On March 7, 2011 the average price in California for regular gasoline increased 15.5-cents from the previous week. The average statewide price for regular was $3.874.
Following the gasoline margin breakdown for per the California Energy Commission as of March 7, 2011;
|Gasoline Margin Breakdown||Branded||Unbranded|
|Mar 7||Mar 7|
|Distribution Costs, Marketing Costs and Profits||$0.13||$0.06|
|Crude Oil Cost||$2.80||$2.80|
|Refinery Cost and Profits||$0.28||$0.35|
Storage Tank Fee
|State and Local Sales Tax||$0.11||$0.11|
|State Excise Tax||$0.35||$0.35|
|Federal Excise Tax||$0.18||$0.18|
The national average for self-serve regular is at $3.52, up 13.7 cents from the previous week. This is 35.4 cents lower than the price of regular in California.
Why do gasoline prices vary from city to city and sometimes within those cities from block to block? The answer is zone pricing in which distance of the gas stations from refiners or their supplier terminals is a determining factor.
Pump prices are affected by numerous variables that go way beyond the cost of crude oil.
Federal regulations control what pipeline companies can charge to transport fuel from refineries to outlying terminals.
From the pipeline the product goes into large storage tanks, then into a truck, after which it is delivered to the service stations. From there zone pricing takes over, which can either be controlled by the oil companies at their various rack locations or even by the individual location of each gas station.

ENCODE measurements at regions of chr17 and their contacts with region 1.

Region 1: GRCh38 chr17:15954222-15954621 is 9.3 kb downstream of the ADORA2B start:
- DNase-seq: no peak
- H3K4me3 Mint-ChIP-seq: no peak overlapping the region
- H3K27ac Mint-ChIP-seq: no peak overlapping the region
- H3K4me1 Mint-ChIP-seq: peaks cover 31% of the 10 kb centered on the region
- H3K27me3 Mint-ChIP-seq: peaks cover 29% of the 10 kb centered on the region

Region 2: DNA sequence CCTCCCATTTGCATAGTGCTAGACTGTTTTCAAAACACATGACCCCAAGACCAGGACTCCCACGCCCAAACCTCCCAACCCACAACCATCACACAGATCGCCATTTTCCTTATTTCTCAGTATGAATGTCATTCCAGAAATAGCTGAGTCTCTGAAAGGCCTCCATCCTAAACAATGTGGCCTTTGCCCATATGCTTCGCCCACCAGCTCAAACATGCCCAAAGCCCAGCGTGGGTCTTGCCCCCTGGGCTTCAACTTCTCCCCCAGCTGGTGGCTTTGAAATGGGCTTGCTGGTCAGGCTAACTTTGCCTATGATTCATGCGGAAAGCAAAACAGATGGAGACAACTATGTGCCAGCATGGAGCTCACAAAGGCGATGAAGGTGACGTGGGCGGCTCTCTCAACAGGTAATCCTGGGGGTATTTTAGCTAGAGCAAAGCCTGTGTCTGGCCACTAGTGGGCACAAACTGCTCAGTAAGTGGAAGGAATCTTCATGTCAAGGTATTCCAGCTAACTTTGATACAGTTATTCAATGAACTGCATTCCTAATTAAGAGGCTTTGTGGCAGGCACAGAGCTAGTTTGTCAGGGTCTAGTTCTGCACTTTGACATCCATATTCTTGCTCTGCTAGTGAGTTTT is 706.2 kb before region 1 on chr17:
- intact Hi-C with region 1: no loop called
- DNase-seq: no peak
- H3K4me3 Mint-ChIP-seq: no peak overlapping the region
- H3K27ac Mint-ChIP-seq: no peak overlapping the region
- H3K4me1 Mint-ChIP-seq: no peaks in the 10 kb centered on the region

It comes down to having oil company refiners pricing gasoline on what the market will bare. Branded major oil company station and unbranded station dealers pay different prices as well even though their supplier may be picking up gasoline from the same rack.
The price is posted by the major oil companies at their terminal racks or by the delivered dealer tank wagon (DTW) pricing, which is a little known method of pricing gasoline. However, in some markets it controls the purchase price at 90% for the major oil company gas stations dealers. The DTW gasoline price includes all taxes and delivery fees.
Next are price fluctuations, which changes every day and sometime twice a day, depending on the price of commodities at the New York Mercantile Exchange (Nymex). Local refinery issues and outages at terminals may be brought to bear as well and gasoline is sometimes transported over long distances by oil companies to keep stations from running out of fuel.
Distance from the terminal to the gas station makes a difference in local prices. The unbranded non-contracted type distributor either owns his own delivery trucks or pays a common carrier to deliver the gasoline to his customers. Either way that expense becomes part of the equation in determining the ultimate price he charges the gas station owner and ultimately the consumer.
Station owners need to make a profit margin as well but in the end it comes down to the credit card companies making more money on gasoline than do the retailers.
About The Author – Bob van der Valk is a Petroleum Industry Analyst with over 50 years of experience in the petroleum, gasoline and lubricants industry. He has been often quoted by news media, most recently by Los Angeles Times, and his opinions solicited by government entities, in addition to his daily business of managing large scale supply and marketing operations.
You may contact Bob at email: email@example.com and receiver regualr Twitter updates at: bobthegasguy